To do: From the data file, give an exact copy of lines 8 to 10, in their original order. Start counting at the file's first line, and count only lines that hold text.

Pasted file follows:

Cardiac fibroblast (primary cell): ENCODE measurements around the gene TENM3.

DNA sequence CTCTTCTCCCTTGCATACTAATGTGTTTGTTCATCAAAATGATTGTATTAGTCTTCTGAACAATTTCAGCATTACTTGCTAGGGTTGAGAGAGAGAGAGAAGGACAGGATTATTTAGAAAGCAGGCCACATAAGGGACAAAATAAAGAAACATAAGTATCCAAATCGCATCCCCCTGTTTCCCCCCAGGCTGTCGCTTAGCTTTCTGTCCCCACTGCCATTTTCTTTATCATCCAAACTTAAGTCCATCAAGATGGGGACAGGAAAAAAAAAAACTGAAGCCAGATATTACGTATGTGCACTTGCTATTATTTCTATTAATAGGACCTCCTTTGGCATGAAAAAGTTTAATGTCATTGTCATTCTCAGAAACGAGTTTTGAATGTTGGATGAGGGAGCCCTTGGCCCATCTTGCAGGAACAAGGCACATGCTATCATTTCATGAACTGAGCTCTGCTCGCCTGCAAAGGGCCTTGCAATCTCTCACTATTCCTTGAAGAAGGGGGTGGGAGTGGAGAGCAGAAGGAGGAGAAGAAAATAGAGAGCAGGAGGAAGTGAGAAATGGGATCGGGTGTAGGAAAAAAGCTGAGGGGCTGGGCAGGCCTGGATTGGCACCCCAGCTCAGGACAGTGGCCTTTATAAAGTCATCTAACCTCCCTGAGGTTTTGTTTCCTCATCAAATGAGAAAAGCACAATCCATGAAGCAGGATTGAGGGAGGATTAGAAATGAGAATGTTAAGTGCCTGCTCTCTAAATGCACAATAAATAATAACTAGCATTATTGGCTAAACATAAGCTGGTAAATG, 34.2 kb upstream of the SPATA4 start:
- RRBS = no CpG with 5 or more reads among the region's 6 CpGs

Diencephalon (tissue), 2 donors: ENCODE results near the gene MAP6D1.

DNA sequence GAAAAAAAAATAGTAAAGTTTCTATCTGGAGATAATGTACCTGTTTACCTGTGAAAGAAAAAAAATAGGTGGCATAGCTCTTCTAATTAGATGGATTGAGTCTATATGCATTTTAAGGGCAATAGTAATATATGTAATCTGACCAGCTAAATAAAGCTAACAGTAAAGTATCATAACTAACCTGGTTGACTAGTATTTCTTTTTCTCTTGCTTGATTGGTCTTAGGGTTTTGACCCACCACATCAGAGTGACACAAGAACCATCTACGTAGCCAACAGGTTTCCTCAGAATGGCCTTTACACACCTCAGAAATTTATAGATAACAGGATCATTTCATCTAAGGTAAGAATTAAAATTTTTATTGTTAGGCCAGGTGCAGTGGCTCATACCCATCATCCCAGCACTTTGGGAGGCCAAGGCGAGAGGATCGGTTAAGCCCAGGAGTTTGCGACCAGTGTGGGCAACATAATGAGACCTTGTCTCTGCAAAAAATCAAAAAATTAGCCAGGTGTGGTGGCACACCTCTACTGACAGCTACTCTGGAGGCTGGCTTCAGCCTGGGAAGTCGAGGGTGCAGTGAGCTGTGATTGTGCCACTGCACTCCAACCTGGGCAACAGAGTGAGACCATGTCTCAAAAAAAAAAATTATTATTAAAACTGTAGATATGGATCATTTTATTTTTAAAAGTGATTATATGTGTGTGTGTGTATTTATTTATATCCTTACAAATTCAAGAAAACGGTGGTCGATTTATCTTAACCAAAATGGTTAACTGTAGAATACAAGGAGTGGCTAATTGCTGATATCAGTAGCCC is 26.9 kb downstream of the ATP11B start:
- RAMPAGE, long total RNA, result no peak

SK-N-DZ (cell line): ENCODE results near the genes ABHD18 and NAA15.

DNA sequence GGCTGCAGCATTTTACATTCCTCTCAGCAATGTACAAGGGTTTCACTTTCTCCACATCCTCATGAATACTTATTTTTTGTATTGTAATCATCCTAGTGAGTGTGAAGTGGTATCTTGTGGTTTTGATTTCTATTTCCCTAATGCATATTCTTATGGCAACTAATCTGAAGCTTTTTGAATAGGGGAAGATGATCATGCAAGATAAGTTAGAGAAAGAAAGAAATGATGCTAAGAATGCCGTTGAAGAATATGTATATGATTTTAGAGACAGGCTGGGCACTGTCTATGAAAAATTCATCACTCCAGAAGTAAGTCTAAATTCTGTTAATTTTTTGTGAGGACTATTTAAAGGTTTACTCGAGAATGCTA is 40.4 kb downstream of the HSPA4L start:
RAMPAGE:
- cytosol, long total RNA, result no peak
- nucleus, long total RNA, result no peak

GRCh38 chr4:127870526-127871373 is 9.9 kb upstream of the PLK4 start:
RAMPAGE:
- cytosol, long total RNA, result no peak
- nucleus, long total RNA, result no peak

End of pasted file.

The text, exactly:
DNA sequence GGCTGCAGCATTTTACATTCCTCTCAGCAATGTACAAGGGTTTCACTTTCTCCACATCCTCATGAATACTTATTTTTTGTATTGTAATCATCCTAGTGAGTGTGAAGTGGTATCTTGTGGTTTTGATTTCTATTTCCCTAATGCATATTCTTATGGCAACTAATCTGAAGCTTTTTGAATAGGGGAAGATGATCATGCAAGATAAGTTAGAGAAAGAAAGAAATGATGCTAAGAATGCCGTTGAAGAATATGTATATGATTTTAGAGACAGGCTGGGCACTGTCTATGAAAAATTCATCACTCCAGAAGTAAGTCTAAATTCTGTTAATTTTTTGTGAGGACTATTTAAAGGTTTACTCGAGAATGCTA is 40.4 kb downstream of the HSPA4L start:
RAMPAGE:
- cytosol, long total RNA, result no peak